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Let P,Q,R be a regular expression over Σ. If P does not contain null string ,then R=Q+RP, has a unique solution

1)Q*P

2)QP*

3) Q*P*

4)(P*Q*)*
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Is it b?
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arden's theorem ans is B.
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2nd option

$R=Q+RP=Q+(Q+RP).P=Q+QP+RP^{2}=Q+QP+(Q+RP)P^{2}$

$=Q+QP+QP^{2}+RP^{3}=Q(\epsilon +P+PP+PPP+...)=QP^{*}$
+1 vote

Arden's theorem Statement −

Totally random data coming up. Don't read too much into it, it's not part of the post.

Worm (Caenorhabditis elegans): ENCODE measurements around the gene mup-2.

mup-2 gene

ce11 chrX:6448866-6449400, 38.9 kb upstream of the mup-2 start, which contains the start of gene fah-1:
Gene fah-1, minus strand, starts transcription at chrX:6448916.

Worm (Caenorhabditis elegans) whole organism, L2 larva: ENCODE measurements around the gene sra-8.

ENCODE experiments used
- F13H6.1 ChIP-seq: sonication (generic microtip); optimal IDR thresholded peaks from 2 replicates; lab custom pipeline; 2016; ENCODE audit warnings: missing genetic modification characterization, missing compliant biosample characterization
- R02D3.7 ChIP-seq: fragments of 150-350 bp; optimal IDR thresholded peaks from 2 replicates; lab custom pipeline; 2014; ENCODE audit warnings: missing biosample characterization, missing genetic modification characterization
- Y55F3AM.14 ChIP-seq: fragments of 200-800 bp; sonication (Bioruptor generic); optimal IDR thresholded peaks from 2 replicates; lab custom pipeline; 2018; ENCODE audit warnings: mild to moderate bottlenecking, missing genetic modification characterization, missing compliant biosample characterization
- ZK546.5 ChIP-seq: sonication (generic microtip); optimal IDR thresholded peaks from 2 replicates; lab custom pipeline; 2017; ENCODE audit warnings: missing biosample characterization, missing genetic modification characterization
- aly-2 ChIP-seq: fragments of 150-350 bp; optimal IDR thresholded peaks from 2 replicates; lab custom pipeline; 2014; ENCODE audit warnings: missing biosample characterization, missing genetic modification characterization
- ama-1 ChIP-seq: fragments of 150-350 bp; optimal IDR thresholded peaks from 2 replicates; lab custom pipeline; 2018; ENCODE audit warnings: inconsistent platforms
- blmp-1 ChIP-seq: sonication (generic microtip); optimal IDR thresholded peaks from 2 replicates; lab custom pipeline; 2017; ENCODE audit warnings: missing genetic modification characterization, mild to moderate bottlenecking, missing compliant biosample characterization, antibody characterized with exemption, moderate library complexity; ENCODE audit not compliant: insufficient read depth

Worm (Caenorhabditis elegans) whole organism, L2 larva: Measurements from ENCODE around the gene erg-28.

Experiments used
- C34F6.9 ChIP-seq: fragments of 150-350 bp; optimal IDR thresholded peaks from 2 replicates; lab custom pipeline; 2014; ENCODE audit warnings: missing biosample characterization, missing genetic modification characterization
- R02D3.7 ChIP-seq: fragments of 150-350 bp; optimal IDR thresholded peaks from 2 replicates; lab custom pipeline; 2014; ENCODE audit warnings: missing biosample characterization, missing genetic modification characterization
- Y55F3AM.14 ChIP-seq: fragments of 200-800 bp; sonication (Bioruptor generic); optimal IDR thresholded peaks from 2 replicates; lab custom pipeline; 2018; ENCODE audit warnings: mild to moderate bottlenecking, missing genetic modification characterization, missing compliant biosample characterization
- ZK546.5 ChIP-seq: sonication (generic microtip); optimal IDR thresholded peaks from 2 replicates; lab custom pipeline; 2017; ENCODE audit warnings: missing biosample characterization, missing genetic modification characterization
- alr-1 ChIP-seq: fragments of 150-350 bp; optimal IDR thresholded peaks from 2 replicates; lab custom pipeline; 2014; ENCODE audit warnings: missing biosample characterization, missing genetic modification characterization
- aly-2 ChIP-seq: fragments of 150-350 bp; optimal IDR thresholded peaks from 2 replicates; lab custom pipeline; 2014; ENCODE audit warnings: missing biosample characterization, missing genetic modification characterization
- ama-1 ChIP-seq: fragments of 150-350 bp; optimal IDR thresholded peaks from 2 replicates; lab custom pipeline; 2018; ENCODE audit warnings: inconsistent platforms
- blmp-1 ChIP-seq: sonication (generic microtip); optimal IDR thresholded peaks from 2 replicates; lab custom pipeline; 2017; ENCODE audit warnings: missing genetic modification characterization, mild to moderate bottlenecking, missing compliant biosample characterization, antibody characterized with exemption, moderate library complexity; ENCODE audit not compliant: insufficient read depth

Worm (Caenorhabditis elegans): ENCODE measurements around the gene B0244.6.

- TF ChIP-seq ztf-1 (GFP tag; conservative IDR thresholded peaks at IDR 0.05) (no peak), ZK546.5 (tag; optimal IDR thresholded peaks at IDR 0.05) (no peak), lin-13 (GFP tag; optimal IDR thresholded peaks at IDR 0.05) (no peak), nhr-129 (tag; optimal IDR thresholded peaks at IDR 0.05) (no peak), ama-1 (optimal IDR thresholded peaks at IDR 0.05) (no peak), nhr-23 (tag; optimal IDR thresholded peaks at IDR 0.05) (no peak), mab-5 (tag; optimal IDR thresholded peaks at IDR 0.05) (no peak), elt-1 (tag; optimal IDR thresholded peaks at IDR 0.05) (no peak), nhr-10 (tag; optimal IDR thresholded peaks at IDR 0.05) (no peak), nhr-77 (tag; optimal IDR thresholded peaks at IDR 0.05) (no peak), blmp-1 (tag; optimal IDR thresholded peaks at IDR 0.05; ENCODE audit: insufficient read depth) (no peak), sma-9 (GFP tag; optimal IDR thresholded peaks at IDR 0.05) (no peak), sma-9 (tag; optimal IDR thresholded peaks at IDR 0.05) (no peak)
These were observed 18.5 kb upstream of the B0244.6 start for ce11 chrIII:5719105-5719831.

Let P and Q be two regular expressions.

If P does not contain null string, then R = Q + RP has a unique solution that is R = QP*

Proof −

R = Q + (Q + RP)P [After putting the value R = Q + RP]

= Q + QP + RPP

When we put the value of R recursively again and again, we get the following equation −

R = Q + QP + QP2 + QP3…..

R = Q (ε + P + P2 + P3 + …. )

R = QP* [As P* represents (ε + P + P2 + P3 + ….) ]

Hence, proved.

Ardens theorem: (b) QP*

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